That fateful erev Shabbat was like so many others–defiance, anger, doors slamming. But in this case, when my husband arrived back home, I’d been pushed too far by three teenagers who simply refused to participate in the crazy-making pre-Shabbat rush. I ranted about finding my own apartment on my way out the door with the two dogs. I called my mom and told her that Shabbat was not happening in our house that night. She understood and comforted me.
I didn’t go look for another apartment, but ended up at a lake near the house where I let the dogs pull me around for a bit, until I sat down on a bench and took in an extraordinary early fall sunset. Pinks, purples, swirling clouds, geese and blue herons all glided along the silvery water.
After the sunset, I headed back home with the dogs. The girls were in their rooms. The two younger ones had fallen asleep after the exhaustion of the anger-fest. The older one had music blaring from beneath the door jamb. My husband was smartly avoiding me. I made myself an omelet, and headed into my room. As I munched on the omelet, I closed my eyes and tried to recreate in my mind the sunset I’d been fortunate enough to witness. As I pictured it, I understood that we needed, I needed, to re-imagine Shabbat. What our family, led by me, was doing, was anti-Shabbat.
The next Shabbat, I went to New Mexico to celebrate a friend’s book launch. I soaked in the Taos sunset and piñon smells, while my family did their own thing back in Colorado.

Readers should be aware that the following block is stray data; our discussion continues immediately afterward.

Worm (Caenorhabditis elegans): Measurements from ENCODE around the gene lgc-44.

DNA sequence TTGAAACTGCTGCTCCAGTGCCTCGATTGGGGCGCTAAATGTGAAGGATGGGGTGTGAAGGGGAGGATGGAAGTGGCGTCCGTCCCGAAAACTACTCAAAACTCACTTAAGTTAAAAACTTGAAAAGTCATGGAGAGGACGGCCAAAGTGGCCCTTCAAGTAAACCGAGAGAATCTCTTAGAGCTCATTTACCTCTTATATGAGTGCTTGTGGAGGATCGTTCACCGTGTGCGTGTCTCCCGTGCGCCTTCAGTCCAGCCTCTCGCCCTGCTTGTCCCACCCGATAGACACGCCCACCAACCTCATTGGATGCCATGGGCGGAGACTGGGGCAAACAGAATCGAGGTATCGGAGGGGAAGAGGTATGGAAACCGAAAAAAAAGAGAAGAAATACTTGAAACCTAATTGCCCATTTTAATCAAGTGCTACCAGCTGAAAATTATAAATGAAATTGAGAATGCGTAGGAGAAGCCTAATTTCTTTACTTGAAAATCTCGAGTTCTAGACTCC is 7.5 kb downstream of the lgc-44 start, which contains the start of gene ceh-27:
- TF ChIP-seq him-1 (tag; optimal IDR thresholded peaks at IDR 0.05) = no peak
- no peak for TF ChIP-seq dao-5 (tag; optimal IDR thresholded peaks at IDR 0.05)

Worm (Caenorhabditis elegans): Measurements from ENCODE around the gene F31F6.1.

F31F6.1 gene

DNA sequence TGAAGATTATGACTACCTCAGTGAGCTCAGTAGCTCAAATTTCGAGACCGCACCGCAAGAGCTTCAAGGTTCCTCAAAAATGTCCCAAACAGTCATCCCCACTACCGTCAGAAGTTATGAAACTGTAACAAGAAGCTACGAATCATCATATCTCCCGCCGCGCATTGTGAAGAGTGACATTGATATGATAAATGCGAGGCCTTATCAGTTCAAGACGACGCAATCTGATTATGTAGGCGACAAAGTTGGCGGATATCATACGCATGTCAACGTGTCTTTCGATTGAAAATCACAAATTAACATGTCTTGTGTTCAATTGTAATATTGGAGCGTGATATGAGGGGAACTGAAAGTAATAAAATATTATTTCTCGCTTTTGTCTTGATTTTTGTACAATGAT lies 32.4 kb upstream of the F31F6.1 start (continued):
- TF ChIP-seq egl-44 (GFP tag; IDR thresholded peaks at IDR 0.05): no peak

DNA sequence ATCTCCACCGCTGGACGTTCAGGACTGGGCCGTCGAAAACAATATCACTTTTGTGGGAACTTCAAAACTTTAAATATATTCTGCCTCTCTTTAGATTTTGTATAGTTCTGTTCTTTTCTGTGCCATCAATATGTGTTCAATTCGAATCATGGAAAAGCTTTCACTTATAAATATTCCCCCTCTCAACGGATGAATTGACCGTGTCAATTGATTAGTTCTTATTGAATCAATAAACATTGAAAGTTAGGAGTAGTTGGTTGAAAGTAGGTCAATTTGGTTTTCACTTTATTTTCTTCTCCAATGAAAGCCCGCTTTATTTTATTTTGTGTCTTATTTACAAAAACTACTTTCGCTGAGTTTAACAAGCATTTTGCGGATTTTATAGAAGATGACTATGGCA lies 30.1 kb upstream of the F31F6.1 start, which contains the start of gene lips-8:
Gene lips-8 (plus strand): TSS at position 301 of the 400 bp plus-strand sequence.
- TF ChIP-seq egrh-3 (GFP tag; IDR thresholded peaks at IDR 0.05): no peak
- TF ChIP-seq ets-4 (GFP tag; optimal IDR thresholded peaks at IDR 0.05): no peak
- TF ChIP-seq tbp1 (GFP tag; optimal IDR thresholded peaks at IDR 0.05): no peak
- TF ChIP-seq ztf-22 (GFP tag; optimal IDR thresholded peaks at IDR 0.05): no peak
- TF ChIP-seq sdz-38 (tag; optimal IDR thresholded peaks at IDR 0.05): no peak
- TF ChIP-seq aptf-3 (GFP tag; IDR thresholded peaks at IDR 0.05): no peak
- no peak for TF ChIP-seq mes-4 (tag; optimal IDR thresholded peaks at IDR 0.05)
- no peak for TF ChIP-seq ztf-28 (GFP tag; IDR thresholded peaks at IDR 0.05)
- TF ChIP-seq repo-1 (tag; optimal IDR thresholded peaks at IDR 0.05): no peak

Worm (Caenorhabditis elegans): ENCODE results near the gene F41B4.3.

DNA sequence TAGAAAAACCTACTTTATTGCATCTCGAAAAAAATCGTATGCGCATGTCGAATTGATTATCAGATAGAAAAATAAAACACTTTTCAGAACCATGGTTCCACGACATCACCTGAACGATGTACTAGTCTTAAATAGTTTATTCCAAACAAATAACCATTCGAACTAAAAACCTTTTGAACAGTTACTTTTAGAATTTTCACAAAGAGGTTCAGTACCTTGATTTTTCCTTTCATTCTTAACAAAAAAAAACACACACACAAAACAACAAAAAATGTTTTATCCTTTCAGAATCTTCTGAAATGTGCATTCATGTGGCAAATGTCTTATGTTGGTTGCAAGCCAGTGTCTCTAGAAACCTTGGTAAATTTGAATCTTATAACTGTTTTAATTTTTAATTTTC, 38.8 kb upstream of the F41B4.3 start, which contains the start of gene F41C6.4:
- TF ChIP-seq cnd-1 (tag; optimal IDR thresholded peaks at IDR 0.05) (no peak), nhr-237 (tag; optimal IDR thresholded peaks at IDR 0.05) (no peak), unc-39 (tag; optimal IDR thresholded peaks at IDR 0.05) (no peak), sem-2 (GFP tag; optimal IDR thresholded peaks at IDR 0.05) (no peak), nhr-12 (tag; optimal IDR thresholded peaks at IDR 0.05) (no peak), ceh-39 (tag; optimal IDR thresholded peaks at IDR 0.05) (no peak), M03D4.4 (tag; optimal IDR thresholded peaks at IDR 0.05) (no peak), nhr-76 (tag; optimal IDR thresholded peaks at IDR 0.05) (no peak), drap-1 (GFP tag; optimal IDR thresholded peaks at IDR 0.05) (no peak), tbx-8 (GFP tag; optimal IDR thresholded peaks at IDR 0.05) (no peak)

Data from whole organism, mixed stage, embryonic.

This past week, I called my mom and told her that we were taking a break from Friday night Shabbat dinners. Again, she understood.
And then something extraordinary happened. We eased into Shabbat in our own, quirky way. My husband and I sipped wine and cooked dinner, laughing and connecting, while making a meal worthy of a first placed win on “Chopped.” The kids had time to shift from school and friend time, to home time, including naps and baths. I lit the candles and recited the prayer with the closest feeling of divinity I’ve felt in a very long time. We sat down and actually enjoyed a meal together without the weekly tension that had become our Shabbat norm.
After dinner, we snuggled and watched “Gilmore Girls” on Netflix. Not shomer Shabbas, but Trank-Greene Shabbas, and that is what really matters.
Sometimes it really does takes the cholent hitting the fan to understand that finding one’s personal Shabbat is what God wants us to do. I want our children to love Shabbat, whether they are out with friends on a Friday night, or sitting around the table with us. I want my husband and I to experience a shared connection and deepening of our love on Shabbat together, as partners. I want my mother to experience our home, whenever she joins us, to be filled with the welcoming chaos and love that it is.
Most of all, I want to love Shabbat again. I want to let that spark I feel when I light the candles and circle my hands onto my face, grow and grow. That spark of the quiet space God holds for me all the time, but that opens up just a little bit more, for that brief period of time we call Shabbat.